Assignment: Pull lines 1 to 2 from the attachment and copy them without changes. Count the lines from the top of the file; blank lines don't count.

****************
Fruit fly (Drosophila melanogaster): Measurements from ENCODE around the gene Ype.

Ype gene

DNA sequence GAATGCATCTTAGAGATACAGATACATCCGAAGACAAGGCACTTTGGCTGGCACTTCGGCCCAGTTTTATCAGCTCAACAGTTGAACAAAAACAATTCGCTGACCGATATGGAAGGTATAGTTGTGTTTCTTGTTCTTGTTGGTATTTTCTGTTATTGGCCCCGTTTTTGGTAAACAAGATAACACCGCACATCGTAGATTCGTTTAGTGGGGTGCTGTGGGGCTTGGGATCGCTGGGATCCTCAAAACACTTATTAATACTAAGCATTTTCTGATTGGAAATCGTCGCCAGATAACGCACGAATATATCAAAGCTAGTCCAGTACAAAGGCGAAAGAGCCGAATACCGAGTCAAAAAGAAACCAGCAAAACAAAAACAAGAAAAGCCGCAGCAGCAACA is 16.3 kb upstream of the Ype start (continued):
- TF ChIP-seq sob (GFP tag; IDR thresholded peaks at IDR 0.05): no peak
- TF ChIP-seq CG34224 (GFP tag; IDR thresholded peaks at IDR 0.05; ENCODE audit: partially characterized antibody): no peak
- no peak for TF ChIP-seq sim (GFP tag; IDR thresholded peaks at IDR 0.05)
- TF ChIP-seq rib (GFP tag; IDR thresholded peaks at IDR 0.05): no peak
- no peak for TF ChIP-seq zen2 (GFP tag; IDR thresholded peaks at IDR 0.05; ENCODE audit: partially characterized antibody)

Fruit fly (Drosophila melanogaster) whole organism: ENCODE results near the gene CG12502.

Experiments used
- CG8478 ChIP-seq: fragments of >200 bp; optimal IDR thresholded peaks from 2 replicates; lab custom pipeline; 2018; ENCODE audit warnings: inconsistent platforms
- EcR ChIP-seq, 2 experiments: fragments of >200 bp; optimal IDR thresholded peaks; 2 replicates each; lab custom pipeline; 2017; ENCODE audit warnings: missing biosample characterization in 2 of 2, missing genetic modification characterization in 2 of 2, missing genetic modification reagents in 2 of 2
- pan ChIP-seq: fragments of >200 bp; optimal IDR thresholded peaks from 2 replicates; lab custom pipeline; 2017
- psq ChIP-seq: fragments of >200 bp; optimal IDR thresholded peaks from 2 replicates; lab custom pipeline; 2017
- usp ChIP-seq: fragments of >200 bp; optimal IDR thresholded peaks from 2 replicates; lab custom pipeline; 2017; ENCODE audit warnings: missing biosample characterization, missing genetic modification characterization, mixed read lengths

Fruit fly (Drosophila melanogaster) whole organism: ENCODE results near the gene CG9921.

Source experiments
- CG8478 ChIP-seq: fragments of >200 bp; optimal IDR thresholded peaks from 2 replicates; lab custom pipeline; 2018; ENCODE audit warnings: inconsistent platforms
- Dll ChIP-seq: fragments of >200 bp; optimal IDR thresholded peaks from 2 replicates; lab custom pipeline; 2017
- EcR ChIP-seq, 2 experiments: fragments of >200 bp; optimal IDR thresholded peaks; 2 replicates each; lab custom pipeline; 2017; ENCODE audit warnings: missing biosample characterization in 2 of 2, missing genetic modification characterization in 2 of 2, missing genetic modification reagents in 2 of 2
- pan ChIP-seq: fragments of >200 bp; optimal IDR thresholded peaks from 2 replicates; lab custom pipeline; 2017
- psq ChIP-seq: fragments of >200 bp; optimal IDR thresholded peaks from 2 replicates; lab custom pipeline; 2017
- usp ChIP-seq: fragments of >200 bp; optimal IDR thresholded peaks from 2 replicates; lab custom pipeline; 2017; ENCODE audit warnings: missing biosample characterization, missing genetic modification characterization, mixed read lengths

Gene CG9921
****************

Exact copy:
Fruit fly (Drosophila melanogaster): Measurements from ENCODE around the gene Ype.

Ype gene